That point remains obscure in the interview, however, meaning that this dispatch from Tucker’s Trip to Moscow might escape the notoriety of the others – from his foolish visit to a Russian supermarket where he was astonished by the abundance on show, or his ill-fated interview with Putin that was supposed to pin responsibility for the invasion of Ukraine on NATO.

In contrast, this interview is poised to bring Dugin additional sympathisers who will find his claims novel enough, intelligent enough and – at the same time – familiar enough to merit a hearing. Yet as one surveys the positive reactions to the Dugin interview, it appears that he may be benefitting from something beyond Carlson’s selective characterisations of his career. Something beyond even the ambiguities and obscurities that dotted the interview.

Many celebrations implicitly responded not so much to the interview itself, but to a phantom narrative about Dugin that predated the interview; a genre of narrative we apply ever more frequently to those we deem political enemies. It is the proclamation that the enemy is going to be completely wrong in everything they say in all ways, at all times.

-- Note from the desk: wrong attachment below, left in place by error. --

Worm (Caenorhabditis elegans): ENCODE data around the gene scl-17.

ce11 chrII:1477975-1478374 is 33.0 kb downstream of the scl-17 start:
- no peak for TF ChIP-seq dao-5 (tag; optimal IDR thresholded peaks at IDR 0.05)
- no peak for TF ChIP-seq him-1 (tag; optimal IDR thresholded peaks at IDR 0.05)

It’s an impossible standard for your enemy to uphold. And it inadvertently gifts them remarkable affective and rhetorical power. For whatever unremarkable insights, truth or virtue they voice will come as a shocking, transformative revelation.

Things don’t have to be this way. If there is something good to come from this particular interview, it should be an invitation to question whether we can base our politics on something other than seeing our opponents as having superhuman depravities, and whether virtue might sometimes be found in the small differences rather than ideological chasms.

Benjamin Teitelbaum is the author of War for Eternity: The Return of Traditionalism and the Rise of the Populist Right.

Picture: Tucker Carlson / X.

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Topics Politics USA World